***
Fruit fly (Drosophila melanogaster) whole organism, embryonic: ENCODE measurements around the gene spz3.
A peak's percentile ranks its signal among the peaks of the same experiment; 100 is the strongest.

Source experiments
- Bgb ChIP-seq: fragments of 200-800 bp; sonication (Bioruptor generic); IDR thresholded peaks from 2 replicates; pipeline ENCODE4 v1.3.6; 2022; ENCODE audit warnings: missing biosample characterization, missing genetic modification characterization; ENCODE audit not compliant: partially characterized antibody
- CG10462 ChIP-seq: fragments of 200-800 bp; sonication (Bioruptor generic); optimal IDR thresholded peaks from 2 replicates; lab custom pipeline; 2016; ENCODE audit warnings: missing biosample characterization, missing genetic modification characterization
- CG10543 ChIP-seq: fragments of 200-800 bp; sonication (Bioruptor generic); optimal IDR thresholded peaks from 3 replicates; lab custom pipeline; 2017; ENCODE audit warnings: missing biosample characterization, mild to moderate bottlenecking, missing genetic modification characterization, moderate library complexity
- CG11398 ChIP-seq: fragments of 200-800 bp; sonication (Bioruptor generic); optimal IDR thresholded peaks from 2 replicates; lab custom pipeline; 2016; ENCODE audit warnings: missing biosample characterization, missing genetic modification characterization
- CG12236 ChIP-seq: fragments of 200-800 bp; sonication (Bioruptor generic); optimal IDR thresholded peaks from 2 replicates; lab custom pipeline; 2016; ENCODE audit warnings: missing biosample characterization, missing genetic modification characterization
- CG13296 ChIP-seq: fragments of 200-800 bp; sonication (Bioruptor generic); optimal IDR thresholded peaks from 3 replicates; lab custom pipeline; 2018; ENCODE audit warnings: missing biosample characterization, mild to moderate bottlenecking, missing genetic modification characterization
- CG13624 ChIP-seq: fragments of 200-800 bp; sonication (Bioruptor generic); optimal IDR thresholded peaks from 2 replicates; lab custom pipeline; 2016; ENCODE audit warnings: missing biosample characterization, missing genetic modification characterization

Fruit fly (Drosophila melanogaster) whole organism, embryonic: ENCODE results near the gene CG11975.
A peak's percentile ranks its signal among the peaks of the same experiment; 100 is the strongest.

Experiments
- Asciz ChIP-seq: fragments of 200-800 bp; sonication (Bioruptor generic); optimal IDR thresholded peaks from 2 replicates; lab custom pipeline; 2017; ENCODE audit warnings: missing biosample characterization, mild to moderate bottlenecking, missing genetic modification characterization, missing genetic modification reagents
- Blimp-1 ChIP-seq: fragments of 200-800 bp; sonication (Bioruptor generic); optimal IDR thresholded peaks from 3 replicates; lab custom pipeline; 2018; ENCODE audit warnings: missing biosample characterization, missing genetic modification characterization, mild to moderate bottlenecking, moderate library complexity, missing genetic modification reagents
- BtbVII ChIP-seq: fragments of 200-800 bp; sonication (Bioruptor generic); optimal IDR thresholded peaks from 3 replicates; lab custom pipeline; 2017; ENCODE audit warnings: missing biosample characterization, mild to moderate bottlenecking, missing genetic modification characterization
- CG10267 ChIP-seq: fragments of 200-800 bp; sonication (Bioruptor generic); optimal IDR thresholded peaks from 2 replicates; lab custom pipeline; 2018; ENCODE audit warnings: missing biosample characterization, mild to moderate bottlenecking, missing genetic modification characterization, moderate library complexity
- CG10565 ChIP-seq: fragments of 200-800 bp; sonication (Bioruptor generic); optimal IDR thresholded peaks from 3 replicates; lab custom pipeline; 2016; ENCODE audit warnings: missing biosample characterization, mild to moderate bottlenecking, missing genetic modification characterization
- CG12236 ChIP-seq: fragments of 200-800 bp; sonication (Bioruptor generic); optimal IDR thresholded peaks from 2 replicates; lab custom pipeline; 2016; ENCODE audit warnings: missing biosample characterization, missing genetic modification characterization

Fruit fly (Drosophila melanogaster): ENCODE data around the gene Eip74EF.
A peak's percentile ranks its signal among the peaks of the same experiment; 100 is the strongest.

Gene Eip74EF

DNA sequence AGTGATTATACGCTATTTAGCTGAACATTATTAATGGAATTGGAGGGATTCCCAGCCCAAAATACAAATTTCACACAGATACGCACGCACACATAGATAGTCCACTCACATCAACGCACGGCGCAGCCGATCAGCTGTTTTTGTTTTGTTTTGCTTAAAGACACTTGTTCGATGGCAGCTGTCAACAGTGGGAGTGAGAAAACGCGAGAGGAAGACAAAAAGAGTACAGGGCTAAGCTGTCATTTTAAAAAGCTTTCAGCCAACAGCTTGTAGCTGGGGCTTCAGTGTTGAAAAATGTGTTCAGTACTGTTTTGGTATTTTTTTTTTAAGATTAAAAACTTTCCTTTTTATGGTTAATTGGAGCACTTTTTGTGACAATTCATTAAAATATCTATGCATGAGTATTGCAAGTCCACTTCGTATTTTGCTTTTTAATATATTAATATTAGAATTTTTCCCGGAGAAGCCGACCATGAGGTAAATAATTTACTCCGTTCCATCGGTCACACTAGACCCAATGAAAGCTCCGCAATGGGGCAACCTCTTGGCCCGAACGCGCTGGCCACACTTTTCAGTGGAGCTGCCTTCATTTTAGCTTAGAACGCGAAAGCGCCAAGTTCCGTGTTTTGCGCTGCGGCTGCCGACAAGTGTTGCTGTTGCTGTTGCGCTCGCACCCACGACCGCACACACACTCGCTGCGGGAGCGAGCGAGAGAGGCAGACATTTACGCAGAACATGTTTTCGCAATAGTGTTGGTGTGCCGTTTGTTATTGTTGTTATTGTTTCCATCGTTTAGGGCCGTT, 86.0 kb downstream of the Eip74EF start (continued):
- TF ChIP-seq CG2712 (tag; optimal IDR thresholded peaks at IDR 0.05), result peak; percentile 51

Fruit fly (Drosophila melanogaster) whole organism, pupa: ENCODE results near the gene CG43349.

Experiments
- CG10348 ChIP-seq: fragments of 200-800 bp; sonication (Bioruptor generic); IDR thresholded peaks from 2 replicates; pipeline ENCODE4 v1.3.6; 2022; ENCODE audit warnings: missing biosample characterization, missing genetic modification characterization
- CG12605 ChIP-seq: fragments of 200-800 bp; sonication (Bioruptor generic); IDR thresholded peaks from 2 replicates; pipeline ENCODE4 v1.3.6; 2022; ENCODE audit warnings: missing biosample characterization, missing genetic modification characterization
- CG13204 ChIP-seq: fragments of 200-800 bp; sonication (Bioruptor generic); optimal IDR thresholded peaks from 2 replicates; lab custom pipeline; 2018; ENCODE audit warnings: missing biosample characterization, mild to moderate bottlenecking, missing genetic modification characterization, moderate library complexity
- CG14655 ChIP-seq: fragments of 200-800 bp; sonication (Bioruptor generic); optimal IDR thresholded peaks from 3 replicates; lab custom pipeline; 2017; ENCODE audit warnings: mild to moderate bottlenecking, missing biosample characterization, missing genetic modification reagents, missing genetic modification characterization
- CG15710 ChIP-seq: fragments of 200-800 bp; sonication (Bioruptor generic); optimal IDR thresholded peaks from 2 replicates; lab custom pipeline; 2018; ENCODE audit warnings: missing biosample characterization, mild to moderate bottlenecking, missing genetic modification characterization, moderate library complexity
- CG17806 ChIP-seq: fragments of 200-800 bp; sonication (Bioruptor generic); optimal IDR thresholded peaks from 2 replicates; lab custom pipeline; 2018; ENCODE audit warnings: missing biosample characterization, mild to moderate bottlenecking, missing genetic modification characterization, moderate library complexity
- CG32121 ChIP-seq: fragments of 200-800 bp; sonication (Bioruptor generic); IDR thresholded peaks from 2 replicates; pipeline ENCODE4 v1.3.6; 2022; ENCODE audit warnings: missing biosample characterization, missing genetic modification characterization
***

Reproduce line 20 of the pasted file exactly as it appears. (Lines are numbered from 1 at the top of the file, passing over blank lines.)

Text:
Fruit fly (Drosophila melanogaster): ENCODE data around the gene Eip74EF.